In the meantime though, while a simple lack of political will on the part of the Obama Administration keeps him in the prison, the behaviour of Joint Taskforce Guantanamo ranges from the petty to the cruel and abusive. They remove his “comfort items” including boxer shorts and socks. They send in riot squads in protective gear to beat him up and drag him to a chair where he is restrained around his head, neck, wrists and ankles and a nasogastric tube is inserted and removed – sometimes several times a day, a practice described by Dr Miles as totally contrary to standard medical practice. “I have never seen — ever- in a medical environment, multiple tube mentions in a day,” he told the court this week.

To what end? The government contends that force feeding and forcible cell extractions of a cleared, disabled man, serve a legitimate penological purpose. They say that the barrage of security measures are necessary to protect their riot-gear clad soldiers from a man who though more than 6ft tall weighs just 152lb. An old back injury, combined, according to another medical expert Dr Sondra Crosby, with years of medical neglect mean that he needs a wheelchair to get around.

Might it be instead that these supposed security measures are implemented more to justify the ongoing operation of Guantanamo, which has had around $2.8 billion dollars spent on it in the last five years — five years since President Obama issued his Executive Order to close the prison. If I were a government lawyer I would feel pretty angry too. Angry that my time and the skills of serving US officers and soldiers were being degraded and wasted in abusing a man — or defending the abuse of a man — who my government believes poses no threat and should be set free.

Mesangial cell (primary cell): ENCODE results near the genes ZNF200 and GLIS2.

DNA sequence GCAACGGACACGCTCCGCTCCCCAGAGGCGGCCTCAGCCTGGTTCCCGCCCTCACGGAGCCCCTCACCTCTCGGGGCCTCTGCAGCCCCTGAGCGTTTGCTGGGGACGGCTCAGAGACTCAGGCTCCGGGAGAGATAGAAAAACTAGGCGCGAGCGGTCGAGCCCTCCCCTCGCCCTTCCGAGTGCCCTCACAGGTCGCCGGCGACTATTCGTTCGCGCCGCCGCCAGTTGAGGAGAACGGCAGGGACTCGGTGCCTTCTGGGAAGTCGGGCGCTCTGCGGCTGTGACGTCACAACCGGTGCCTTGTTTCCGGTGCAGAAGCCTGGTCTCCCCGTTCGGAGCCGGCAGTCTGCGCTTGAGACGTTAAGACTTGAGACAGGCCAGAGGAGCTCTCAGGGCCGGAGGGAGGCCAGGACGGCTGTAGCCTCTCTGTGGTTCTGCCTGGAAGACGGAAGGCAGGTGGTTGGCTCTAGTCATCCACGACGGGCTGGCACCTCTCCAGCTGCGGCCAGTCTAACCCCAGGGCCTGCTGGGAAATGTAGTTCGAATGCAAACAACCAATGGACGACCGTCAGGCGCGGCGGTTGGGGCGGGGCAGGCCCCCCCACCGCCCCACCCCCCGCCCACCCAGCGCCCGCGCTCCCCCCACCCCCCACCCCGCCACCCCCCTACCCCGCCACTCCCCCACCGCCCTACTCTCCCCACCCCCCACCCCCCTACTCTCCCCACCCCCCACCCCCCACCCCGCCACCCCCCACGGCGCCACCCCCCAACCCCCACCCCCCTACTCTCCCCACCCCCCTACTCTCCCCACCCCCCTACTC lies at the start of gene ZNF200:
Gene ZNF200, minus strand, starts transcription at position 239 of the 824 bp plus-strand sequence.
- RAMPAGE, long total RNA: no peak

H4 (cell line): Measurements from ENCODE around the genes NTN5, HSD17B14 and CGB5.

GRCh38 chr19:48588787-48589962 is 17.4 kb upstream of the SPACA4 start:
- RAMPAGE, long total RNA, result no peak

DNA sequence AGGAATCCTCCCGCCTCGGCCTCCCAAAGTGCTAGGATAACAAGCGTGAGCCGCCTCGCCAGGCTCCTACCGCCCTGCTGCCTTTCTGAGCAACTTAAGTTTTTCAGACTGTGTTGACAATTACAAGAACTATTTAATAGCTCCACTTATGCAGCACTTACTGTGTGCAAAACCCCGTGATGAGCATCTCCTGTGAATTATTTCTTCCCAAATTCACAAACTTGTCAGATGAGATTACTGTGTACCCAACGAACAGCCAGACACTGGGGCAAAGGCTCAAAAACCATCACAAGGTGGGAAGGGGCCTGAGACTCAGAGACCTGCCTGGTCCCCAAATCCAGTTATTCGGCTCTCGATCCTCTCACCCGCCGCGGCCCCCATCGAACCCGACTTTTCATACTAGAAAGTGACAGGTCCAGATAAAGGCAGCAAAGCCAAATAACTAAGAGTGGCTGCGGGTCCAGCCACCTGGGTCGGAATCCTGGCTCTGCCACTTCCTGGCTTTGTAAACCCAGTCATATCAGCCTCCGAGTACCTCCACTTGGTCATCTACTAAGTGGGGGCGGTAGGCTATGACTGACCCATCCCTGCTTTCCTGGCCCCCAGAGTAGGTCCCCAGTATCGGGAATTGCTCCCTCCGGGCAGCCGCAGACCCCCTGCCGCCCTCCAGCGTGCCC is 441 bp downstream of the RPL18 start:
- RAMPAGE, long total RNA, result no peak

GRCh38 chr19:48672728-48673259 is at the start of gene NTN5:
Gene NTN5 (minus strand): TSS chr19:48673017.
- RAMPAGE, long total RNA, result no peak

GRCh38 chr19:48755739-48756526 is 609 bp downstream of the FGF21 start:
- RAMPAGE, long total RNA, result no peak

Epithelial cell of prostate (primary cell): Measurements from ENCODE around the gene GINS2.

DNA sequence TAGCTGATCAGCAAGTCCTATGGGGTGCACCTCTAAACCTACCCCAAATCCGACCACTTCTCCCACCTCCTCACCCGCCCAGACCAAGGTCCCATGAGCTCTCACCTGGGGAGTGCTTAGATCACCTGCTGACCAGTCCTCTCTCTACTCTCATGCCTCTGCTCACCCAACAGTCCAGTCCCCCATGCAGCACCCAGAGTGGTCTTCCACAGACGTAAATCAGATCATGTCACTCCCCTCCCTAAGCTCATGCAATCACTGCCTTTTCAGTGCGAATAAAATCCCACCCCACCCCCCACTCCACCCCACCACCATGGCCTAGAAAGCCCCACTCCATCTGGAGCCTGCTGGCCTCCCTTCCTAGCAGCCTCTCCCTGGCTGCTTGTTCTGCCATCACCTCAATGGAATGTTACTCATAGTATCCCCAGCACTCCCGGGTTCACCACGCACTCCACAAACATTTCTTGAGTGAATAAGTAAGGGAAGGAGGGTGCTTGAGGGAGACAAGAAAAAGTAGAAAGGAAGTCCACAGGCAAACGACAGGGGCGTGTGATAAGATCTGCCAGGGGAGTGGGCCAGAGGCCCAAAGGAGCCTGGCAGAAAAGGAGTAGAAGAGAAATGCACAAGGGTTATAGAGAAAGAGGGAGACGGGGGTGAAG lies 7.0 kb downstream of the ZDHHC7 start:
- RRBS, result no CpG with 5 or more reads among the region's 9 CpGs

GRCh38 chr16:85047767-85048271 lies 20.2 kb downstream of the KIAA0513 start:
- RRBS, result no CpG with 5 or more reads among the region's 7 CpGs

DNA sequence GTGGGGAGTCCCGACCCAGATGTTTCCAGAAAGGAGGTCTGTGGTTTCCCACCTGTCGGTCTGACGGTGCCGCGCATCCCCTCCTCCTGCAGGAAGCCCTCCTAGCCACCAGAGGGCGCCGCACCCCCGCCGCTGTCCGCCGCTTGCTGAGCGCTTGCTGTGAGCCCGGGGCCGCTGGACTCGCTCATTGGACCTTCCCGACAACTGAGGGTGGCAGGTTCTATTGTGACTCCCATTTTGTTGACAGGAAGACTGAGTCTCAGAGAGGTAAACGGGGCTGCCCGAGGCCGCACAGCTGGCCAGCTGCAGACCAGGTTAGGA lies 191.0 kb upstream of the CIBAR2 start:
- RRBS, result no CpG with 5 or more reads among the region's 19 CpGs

There is an alternative. Psychiatrist Dr Stephen Xenakis hinted at it in his testimony on Monday. Dr Xenakis spent 28 years serving on active duty in the US Army and retired as a Brigadier General. He examined Mr Dhiab over three days in July. At Monday’s hearing he made the audacious suggestion that abuse breeds mistrust. His observations were met with belligerent pettiness by the government’s cross-examiner. Dr Xenakis continued and described a pointlessly intransigent system where doctors refuse the simplest requests for pain medication or to be fed in his wheelchair, for non-medical reasons. It is a system, where Mr Dhiab is only ever called by a number, 722. Dr Xenakis, no stranger himself to the strictures of the military, observed how depersonalizing this is. If, instead, as Dr Xenakis suggested, trust were built with Mr Dhiab then all the ‘security’ complaints the government cites as the basis for restraining him in a five point chair, would fall away. Then perhaps Joint Task Force Guantanamo could get on with the task of preparing Mr Dhiab for release. There would be a point to that.

Instead, it seems then that the punishment these doctors describe is not about the risk Mr Dhiab poses at all, but the result of an unbending system that, rather than admit its own mistakes, expends vast resources covering them. Look at it this way, and the anger of the Obama Administration’s lawyers at working day-in, day-out on such futile exercises becomes, perhaps, understandable. But there can be no justification for their shameless attempts to stop the US public finding out what is being done in their name at Guantanamo.